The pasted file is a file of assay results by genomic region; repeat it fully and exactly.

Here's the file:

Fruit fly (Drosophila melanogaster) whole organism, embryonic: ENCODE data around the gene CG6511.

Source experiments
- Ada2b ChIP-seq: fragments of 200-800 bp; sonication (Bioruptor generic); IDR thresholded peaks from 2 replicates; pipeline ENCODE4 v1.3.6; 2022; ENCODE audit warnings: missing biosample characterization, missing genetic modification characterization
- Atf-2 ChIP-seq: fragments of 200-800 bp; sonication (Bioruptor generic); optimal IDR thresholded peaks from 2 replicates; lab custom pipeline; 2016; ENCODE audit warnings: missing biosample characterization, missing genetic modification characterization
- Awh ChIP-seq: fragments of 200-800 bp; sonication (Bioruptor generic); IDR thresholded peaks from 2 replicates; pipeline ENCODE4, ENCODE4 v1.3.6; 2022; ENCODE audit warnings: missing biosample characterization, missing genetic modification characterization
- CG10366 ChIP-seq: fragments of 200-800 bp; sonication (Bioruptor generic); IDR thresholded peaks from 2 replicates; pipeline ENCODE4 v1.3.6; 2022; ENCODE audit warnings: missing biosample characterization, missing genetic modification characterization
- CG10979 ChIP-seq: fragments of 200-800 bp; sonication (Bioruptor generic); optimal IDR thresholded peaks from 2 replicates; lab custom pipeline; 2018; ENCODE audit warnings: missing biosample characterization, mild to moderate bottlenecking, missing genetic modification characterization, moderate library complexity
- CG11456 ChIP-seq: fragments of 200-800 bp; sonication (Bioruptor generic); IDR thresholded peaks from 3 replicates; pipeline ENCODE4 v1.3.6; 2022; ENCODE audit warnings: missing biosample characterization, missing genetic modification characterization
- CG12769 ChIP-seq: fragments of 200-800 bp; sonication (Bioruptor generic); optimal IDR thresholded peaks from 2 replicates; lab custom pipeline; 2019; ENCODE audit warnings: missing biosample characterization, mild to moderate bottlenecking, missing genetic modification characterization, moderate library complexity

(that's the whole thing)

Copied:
Fruit fly (Drosophila melanogaster) whole organism, embryonic: ENCODE data around the gene CG6511.

Source experiments
- Ada2b ChIP-seq: fragments of 200-800 bp; sonication (Bioruptor generic); IDR thresholded peaks from 2 replicates; pipeline ENCODE4 v1.3.6; 2022; ENCODE audit warnings: missing biosample characterization, missing genetic modification characterization
- Atf-2 ChIP-seq: fragments of 200-800 bp; sonication (Bioruptor generic); optimal IDR thresholded peaks from 2 replicates; lab custom pipeline; 2016; ENCODE audit warnings: missing biosample characterization, missing genetic modification characterization
- Awh ChIP-seq: fragments of 200-800 bp; sonication (Bioruptor generic); IDR thresholded peaks from 2 replicates; pipeline ENCODE4, ENCODE4 v1.3.6; 2022; ENCODE audit warnings: missing biosample characterization, missing genetic modification characterization
- CG10366 ChIP-seq: fragments of 200-800 bp; sonication (Bioruptor generic); IDR thresholded peaks from 2 replicates; pipeline ENCODE4 v1.3.6; 2022; ENCODE audit warnings: missing biosample characterization, missing genetic modification characterization
- CG10979 ChIP-seq: fragments of 200-800 bp; sonication (Bioruptor generic); optimal IDR thresholded peaks from 2 replicates; lab custom pipeline; 2018; ENCODE audit warnings: missing biosample characterization, mild to moderate bottlenecking, missing genetic modification characterization, moderate library complexity
- CG11456 ChIP-seq: fragments of 200-800 bp; sonication (Bioruptor generic); IDR thresholded peaks from 3 replicates; pipeline ENCODE4 v1.3.6; 2022; ENCODE audit warnings: missing biosample characterization, missing genetic modification characterization
- CG12769 ChIP-seq: fragments of 200-800 bp; sonication (Bioruptor generic); optimal IDR thresholded peaks from 2 replicates; lab custom pipeline; 2019; ENCODE audit warnings: missing biosample characterization, mild to moderate bottlenecking, missing genetic modification characterization, moderate library complexity